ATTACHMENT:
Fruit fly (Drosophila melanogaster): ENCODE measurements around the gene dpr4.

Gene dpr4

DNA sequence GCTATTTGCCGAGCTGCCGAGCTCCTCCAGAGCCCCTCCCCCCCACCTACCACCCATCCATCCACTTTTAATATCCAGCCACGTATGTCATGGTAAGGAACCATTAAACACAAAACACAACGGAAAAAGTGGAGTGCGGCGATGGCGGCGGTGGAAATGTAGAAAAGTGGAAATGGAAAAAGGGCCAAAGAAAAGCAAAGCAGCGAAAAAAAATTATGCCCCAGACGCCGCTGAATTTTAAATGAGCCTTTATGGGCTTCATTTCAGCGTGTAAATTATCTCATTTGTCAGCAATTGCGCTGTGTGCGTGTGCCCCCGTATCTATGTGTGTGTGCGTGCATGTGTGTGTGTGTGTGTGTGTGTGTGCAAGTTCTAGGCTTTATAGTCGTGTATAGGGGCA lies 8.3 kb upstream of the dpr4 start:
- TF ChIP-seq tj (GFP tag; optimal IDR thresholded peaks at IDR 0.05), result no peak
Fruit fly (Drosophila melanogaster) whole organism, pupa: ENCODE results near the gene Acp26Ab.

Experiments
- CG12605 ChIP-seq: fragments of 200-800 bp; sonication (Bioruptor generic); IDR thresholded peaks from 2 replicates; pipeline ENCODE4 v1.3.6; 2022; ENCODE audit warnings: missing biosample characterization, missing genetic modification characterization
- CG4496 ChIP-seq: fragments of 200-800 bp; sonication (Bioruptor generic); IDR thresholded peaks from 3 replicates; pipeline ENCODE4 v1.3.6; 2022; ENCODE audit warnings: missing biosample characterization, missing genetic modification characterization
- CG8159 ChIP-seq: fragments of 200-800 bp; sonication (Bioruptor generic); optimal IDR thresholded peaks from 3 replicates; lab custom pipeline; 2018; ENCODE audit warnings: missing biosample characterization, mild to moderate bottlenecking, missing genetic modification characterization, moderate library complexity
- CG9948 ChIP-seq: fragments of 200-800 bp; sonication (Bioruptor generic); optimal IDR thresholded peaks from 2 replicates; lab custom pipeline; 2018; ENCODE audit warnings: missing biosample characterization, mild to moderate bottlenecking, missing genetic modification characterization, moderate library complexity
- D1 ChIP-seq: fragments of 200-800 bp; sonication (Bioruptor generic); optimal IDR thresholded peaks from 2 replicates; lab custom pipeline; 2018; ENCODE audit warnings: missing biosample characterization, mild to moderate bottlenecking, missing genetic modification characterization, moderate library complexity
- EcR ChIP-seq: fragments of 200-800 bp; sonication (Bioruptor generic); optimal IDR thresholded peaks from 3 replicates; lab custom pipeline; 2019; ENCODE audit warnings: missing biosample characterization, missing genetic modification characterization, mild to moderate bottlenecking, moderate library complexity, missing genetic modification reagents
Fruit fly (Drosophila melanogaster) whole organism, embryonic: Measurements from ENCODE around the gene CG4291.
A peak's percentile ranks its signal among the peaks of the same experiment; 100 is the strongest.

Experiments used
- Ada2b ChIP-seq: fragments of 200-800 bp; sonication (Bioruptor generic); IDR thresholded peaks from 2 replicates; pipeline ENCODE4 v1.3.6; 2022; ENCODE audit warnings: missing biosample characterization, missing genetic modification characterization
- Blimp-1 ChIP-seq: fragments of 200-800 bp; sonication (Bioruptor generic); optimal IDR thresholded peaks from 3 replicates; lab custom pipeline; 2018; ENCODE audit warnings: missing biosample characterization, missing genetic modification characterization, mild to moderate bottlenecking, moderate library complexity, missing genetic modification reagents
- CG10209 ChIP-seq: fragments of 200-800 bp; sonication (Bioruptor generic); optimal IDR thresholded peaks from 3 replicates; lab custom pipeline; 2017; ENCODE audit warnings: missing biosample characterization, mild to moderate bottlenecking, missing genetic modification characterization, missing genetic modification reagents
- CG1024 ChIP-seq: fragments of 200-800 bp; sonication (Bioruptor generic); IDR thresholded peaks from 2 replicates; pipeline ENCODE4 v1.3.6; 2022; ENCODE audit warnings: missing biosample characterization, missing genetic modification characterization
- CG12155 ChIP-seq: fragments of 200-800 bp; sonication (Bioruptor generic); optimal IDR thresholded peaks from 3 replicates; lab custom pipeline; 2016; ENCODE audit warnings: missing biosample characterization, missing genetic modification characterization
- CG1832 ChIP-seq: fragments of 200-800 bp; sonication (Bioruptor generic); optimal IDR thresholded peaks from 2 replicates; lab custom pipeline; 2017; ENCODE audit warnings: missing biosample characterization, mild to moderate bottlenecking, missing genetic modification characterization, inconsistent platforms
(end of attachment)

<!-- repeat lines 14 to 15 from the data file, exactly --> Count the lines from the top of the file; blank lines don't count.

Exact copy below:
A peak's percentile ranks its signal among the peaks of the same experiment; 100 is the strongest.

Experiments used